Housing Complex

Coucilmembers Urge Gray to Continue Sheltering Homeless Families As Temperatures Rise

Jim Graham is among the councilmembers calling on the administration to keep sheltering homeless families.

Jim Graham is among the councilmembers calling on the administration to keep sheltering homeless families.

Four members of the D.C. Council are pressing Mayor Vince Gray to continue to provide shelter to all of the city's homeless families currently in shelter, rather than turning them out when the weather gets warmer.

The District is required by law to provide shelter to all homeless families in need when the temperature drops below freezing or exceeds 95 degrees. Tonight will likely be the last night of extreme cold for the next week, and possibly until the fall. That means that the city's homeless families who are not currently in shelter, as well as those who have been placed provisionally, could soon be left to sleep in the streets or in other public spaces. (It's not clear how many families would fall into that category.)

On Monday, a judge ordered the city to stop using recreation centers as shelter for families, amid complaints of lack of privacy and other conditions that made sleeping difficult. Those families have been moved to hotel rooms. But because these families were placed provisionally and have to re-apply for shelter each day, they will, under the current system, be denied shelter as soon as so-called hypothermia conditions lift. (Families that have been placed at the city's traditional shelters, as well as most who have been placed in hotels, are entitled to stay until they have found other housing.)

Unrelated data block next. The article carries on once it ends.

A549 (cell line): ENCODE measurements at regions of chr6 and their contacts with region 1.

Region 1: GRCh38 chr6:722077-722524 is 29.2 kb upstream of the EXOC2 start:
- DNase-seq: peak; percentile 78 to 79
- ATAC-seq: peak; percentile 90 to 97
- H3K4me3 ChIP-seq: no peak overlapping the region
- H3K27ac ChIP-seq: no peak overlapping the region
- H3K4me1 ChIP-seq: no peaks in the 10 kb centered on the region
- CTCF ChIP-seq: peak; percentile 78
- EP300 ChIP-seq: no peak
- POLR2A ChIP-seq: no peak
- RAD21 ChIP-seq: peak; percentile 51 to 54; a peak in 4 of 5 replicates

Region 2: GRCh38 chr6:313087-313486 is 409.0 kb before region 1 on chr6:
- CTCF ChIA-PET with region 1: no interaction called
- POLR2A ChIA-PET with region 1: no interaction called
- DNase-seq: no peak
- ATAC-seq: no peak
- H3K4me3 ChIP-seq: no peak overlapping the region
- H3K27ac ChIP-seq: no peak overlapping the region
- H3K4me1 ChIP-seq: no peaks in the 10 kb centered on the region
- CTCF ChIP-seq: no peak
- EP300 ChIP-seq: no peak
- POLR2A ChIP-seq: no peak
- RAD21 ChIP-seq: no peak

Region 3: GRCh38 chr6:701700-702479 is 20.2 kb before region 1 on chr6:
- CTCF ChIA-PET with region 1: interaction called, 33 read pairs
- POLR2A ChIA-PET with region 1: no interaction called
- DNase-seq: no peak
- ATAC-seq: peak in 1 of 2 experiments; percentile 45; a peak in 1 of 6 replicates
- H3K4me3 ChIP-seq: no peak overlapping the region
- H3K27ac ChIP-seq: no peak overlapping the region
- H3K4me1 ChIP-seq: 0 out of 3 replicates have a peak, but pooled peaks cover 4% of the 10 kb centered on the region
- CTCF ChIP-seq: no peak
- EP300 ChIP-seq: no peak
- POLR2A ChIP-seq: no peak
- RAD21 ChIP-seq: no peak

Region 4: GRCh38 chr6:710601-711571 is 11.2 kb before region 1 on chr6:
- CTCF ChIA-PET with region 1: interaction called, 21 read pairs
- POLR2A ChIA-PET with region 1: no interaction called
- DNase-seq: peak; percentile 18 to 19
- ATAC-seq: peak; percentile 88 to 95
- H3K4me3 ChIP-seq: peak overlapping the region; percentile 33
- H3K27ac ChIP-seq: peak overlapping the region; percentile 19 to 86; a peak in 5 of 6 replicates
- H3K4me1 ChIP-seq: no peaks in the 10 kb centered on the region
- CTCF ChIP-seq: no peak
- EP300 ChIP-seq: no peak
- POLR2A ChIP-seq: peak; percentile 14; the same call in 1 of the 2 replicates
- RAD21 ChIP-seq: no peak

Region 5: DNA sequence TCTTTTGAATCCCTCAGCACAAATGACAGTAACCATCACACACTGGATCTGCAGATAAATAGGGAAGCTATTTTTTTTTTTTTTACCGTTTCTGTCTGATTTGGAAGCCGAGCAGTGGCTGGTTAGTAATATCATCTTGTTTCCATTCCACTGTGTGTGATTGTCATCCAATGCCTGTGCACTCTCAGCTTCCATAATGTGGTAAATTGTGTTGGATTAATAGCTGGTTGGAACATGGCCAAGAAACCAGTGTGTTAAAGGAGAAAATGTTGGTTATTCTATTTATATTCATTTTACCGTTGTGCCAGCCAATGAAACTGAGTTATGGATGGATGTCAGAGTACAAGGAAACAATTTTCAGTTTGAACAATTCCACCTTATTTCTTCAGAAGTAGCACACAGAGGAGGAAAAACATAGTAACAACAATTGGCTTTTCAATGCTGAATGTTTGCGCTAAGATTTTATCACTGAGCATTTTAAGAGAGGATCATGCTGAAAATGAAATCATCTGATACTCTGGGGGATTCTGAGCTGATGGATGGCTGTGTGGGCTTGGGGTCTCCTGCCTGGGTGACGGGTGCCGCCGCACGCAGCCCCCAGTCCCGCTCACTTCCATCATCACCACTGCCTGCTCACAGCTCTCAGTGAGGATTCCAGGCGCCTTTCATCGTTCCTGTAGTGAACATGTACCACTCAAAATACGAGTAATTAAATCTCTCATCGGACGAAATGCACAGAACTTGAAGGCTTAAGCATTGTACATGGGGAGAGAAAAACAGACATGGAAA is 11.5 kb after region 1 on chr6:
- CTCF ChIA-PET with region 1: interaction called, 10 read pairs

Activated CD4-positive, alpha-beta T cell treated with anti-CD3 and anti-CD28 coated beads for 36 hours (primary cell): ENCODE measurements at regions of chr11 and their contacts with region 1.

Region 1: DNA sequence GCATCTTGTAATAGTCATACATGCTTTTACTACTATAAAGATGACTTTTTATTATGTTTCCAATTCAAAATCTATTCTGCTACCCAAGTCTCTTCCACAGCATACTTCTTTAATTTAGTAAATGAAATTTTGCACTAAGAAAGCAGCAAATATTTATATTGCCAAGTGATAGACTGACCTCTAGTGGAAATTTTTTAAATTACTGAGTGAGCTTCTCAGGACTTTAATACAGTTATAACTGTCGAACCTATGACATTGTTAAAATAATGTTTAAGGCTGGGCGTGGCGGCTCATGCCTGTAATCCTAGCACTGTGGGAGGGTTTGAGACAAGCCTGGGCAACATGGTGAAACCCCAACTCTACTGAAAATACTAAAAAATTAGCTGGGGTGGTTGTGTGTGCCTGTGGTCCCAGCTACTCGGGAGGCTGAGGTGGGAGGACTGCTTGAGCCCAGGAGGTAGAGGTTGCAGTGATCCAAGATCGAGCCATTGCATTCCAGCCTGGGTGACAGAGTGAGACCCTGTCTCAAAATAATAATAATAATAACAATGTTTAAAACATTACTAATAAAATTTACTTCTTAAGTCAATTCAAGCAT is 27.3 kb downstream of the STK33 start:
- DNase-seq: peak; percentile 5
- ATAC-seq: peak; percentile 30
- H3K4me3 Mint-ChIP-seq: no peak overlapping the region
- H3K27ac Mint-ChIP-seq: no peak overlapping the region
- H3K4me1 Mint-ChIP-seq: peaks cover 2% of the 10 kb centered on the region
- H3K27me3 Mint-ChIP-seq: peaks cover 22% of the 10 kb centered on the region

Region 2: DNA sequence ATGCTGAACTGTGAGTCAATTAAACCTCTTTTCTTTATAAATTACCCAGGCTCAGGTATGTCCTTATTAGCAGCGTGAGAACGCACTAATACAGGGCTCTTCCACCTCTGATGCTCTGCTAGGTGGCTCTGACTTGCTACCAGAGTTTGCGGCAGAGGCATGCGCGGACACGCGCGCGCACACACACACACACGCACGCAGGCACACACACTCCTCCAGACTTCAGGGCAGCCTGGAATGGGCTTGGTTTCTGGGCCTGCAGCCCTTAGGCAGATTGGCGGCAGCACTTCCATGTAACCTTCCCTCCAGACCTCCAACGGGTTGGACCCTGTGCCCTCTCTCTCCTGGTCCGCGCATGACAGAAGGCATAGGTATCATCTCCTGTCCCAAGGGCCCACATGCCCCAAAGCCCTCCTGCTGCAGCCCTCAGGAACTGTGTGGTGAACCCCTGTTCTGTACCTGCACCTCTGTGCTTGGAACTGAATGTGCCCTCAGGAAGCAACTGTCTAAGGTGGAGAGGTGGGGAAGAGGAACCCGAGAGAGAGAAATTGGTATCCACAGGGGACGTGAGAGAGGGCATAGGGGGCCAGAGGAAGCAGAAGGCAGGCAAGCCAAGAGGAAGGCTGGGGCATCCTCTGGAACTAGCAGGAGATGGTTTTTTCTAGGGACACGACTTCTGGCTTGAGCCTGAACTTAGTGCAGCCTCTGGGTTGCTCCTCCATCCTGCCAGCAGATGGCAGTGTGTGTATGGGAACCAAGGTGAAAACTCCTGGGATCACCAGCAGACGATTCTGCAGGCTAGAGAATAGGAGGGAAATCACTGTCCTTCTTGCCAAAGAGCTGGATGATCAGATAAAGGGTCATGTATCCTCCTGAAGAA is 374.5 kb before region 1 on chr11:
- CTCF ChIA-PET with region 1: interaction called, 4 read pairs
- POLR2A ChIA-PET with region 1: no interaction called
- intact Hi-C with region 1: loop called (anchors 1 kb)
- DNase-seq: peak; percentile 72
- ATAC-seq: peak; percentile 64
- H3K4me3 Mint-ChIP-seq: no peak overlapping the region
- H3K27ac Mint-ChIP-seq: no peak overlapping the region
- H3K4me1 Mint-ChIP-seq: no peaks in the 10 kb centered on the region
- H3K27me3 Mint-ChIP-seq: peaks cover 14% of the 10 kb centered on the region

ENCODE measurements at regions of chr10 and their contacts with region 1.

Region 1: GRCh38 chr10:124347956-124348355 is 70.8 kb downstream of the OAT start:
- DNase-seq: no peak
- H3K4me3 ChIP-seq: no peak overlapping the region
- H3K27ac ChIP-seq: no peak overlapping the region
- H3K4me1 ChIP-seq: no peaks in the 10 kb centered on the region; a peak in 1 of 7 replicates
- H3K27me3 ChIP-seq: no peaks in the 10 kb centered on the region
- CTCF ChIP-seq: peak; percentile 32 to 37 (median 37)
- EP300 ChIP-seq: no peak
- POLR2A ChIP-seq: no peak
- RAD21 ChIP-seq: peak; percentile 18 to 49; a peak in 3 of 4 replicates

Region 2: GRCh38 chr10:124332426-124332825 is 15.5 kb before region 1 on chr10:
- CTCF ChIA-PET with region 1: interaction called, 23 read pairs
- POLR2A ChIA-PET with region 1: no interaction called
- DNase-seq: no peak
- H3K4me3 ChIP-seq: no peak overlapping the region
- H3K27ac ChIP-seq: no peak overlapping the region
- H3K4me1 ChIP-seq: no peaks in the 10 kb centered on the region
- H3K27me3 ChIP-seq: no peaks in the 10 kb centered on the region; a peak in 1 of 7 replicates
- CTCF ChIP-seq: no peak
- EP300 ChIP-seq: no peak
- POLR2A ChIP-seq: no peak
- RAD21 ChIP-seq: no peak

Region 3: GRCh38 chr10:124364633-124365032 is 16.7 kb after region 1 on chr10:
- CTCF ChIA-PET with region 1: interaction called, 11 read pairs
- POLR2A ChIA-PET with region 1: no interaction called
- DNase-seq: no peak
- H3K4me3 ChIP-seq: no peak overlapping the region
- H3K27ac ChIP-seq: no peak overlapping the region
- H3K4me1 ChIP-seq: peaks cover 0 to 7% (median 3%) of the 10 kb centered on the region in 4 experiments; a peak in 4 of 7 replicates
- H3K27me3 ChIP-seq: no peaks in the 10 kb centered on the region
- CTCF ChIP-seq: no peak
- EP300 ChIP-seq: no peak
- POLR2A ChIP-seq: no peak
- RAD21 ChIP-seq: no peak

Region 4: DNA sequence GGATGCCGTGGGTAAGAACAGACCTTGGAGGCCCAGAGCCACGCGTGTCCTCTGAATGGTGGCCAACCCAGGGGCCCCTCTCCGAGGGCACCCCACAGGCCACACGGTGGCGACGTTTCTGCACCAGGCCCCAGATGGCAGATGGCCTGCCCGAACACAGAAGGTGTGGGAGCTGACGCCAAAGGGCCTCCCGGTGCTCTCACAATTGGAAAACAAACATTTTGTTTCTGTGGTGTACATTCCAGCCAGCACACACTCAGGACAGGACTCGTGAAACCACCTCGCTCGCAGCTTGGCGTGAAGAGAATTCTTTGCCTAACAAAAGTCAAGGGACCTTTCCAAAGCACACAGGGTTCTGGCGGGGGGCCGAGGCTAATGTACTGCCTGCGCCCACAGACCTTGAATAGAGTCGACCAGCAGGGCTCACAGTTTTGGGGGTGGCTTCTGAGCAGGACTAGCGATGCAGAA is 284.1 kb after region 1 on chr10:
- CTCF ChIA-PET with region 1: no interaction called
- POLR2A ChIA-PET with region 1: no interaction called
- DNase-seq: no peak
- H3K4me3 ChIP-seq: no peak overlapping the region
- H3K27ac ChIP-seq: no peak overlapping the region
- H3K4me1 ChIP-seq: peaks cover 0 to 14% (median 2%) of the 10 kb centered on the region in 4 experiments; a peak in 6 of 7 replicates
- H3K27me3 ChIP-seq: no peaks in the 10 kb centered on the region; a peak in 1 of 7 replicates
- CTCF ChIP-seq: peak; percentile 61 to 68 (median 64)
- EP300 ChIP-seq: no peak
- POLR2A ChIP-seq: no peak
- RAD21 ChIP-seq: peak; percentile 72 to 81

In a letter to Gray today, the four councilmembers urged Gray to continue to shelter those families as long as they have not secured other housing. The letter was signed by Ward 1 Councilmember Jim Graham, who chairs the Council's Human Services committee, and his colleagues Vincent OrangeMarion Barry, and Anita Bonds.

"Because the weather is warming up, we are concerned your administration may turn away the former recreation center families once the weather is above 32 degrees," the letter states. "Rather than helping families get back on their feet, this would prolong the trauma of homelessness, create long-term damage for children, and increase the chance that the city will face another crisis next winter when families will again have the right to shelter."

Graham could not be reached for comment. The full text of the letter is below.

Photo by Darrow Montgomery

Comments

  1. #1

    A journey of a thousand miles begins with a single step. So let's put one homeless family in the Wilson Building office of Jim Graham, another in the office of Vincent Orange, a third in the office of Marion Barry, and a fourth in the office of Anita Bonds.

    Charity begins either at home, or in the office.

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